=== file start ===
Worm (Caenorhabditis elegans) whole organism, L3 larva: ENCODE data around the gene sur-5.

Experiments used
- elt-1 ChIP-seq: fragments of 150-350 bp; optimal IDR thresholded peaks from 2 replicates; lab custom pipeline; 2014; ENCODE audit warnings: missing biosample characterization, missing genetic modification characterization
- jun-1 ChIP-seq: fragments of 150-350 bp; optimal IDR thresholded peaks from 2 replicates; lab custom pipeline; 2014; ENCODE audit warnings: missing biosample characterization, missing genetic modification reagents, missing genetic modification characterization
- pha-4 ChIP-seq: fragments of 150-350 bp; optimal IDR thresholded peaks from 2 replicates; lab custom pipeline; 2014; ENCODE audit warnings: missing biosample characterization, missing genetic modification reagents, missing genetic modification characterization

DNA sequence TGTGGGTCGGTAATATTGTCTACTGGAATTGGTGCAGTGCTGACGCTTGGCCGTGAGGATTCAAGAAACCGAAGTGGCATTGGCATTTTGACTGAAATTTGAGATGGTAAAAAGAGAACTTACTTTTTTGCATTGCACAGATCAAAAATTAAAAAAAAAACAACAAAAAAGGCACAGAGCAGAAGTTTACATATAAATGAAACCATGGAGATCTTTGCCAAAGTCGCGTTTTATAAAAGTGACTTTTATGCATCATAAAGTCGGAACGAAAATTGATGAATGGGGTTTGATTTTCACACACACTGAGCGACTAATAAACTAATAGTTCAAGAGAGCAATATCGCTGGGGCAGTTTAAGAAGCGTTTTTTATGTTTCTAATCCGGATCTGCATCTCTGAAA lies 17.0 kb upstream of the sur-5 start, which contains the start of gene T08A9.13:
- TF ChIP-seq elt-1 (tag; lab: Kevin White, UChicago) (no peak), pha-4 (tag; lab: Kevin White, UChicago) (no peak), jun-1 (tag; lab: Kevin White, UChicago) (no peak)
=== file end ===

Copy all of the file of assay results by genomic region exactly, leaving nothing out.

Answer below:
Worm (Caenorhabditis elegans) whole organism, L3 larva: ENCODE data around the gene sur-5.

Experiments used
- elt-1 ChIP-seq: fragments of 150-350 bp; optimal IDR thresholded peaks from 2 replicates; lab custom pipeline; 2014; ENCODE audit warnings: missing biosample characterization, missing genetic modification characterization
- jun-1 ChIP-seq: fragments of 150-350 bp; optimal IDR thresholded peaks from 2 replicates; lab custom pipeline; 2014; ENCODE audit warnings: missing biosample characterization, missing genetic modification reagents, missing genetic modification characterization
- pha-4 ChIP-seq: fragments of 150-350 bp; optimal IDR thresholded peaks from 2 replicates; lab custom pipeline; 2014; ENCODE audit warnings: missing biosample characterization, missing genetic modification reagents, missing genetic modification characterization

DNA sequence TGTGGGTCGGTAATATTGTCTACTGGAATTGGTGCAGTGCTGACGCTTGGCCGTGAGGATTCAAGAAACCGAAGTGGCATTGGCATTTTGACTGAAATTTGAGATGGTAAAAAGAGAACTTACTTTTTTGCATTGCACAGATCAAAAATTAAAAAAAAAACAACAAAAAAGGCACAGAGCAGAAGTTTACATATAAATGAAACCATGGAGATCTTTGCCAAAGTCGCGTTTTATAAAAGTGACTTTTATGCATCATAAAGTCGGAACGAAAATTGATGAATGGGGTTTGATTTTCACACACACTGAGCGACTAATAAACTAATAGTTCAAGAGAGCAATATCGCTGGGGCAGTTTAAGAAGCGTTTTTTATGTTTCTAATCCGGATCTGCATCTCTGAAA lies 17.0 kb upstream of the sur-5 start, which contains the start of gene T08A9.13:
- TF ChIP-seq elt-1 (tag; lab: Kevin White, UChicago) (no peak), pha-4 (tag; lab: Kevin White, UChicago) (no peak), jun-1 (tag; lab: Kevin White, UChicago) (no peak)